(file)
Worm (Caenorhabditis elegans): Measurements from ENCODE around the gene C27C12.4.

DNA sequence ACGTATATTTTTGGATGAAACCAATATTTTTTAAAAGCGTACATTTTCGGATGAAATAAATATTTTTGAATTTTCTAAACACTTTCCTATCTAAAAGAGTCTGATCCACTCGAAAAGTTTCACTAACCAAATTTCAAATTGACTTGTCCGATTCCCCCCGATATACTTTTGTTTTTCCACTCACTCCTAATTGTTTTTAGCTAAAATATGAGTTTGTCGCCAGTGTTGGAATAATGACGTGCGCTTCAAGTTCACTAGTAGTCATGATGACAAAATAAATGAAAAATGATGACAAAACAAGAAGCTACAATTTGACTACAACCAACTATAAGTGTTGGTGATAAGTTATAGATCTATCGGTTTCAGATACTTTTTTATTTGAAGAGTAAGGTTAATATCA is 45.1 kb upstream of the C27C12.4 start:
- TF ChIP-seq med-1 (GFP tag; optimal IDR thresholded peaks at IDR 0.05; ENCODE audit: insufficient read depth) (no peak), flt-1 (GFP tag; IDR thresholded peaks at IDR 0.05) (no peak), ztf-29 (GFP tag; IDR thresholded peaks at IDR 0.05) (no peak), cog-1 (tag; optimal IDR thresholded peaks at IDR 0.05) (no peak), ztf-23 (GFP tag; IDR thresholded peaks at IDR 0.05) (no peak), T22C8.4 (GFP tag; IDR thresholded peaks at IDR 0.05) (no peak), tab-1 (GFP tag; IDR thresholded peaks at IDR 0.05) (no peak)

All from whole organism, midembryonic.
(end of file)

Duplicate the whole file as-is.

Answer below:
Worm (Caenorhabditis elegans): Measurements from ENCODE around the gene C27C12.4.

DNA sequence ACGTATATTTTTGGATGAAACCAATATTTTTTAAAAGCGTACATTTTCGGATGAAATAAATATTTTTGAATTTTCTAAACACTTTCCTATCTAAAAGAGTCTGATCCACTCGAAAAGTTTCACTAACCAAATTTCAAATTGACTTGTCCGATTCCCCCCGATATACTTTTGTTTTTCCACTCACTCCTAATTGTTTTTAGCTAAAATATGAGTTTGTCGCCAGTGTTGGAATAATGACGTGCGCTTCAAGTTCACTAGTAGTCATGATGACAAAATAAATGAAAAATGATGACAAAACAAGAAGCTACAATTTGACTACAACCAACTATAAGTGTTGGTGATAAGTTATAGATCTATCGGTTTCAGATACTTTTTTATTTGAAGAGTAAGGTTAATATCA is 45.1 kb upstream of the C27C12.4 start:
- TF ChIP-seq med-1 (GFP tag; optimal IDR thresholded peaks at IDR 0.05; ENCODE audit: insufficient read depth) (no peak), flt-1 (GFP tag; IDR thresholded peaks at IDR 0.05) (no peak), ztf-29 (GFP tag; IDR thresholded peaks at IDR 0.05) (no peak), cog-1 (tag; optimal IDR thresholded peaks at IDR 0.05) (no peak), ztf-23 (GFP tag; IDR thresholded peaks at IDR 0.05) (no peak), T22C8.4 (GFP tag; IDR thresholded peaks at IDR 0.05) (no peak), tab-1 (GFP tag; IDR thresholded peaks at IDR 0.05) (no peak)

All from whole organism, midembryonic.